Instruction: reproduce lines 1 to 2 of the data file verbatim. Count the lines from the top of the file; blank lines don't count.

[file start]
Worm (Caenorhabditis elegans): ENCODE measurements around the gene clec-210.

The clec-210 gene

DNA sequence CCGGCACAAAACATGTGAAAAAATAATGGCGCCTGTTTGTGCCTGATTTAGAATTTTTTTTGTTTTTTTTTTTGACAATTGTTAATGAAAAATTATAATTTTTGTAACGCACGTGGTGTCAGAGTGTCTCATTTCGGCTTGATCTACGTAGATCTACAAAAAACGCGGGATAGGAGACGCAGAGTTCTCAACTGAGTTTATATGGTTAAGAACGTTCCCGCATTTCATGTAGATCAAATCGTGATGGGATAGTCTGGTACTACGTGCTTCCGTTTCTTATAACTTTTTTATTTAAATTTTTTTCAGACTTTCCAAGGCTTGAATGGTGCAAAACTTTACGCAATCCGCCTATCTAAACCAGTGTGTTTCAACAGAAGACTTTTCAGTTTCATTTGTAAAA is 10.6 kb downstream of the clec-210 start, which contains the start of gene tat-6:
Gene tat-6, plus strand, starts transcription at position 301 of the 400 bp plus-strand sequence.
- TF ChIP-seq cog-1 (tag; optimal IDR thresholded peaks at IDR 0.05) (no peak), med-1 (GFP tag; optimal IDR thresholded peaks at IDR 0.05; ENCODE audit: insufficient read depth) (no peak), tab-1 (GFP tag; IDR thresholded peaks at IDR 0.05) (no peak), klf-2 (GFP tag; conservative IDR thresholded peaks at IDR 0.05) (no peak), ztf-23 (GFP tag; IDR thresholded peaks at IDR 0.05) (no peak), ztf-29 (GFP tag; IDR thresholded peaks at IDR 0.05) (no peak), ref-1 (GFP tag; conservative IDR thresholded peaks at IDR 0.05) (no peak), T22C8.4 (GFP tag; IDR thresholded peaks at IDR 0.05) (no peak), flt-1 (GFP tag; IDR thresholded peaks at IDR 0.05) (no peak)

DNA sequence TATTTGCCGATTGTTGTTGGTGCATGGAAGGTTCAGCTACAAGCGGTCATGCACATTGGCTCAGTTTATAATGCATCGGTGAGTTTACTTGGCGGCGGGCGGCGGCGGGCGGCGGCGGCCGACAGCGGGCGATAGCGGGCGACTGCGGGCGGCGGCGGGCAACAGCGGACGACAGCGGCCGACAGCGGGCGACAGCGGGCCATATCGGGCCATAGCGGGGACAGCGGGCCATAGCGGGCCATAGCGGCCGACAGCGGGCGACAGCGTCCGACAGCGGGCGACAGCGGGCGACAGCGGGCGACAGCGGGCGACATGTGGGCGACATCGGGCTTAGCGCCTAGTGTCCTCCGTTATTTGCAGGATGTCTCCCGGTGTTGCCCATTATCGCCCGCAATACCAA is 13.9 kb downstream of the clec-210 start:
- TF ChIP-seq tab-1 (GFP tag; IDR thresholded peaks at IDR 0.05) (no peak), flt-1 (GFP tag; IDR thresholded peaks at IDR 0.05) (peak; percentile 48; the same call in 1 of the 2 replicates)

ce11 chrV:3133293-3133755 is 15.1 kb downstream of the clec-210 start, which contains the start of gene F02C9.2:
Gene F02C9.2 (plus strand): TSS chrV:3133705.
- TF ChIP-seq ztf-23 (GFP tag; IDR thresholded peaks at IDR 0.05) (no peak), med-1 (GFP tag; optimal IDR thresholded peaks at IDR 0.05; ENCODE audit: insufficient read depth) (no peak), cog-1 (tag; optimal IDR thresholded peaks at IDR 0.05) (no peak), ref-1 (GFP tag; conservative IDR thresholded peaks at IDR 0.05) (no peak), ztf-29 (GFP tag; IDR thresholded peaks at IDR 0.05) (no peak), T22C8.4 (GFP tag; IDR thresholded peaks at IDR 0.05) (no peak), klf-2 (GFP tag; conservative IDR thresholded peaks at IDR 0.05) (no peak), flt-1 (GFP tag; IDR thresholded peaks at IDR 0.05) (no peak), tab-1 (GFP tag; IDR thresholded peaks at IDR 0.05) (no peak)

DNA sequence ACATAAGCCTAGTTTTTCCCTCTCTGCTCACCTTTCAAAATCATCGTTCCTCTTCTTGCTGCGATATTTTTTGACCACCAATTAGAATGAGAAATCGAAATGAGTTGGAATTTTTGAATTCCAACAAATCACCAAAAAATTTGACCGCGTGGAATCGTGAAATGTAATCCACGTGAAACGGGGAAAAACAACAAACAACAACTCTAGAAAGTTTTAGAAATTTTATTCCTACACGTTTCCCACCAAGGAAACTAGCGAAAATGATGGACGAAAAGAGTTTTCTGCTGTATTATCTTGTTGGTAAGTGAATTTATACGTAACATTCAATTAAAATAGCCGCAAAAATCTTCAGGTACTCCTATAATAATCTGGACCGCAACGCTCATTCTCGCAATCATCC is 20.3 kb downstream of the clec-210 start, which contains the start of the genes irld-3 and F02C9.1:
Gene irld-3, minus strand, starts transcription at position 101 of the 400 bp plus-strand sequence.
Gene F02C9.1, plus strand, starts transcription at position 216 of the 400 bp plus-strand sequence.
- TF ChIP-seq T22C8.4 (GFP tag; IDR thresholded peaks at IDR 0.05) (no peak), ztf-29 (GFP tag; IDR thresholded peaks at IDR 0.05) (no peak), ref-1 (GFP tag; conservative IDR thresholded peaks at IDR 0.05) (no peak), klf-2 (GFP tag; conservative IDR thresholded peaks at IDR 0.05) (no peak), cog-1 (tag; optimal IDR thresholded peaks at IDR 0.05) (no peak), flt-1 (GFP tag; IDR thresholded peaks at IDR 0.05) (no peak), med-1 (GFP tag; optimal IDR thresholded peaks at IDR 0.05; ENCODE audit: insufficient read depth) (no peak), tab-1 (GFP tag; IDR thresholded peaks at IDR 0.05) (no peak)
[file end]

Worm (Caenorhabditis elegans): ENCODE measurements around the gene clec-210.

The clec-210 gene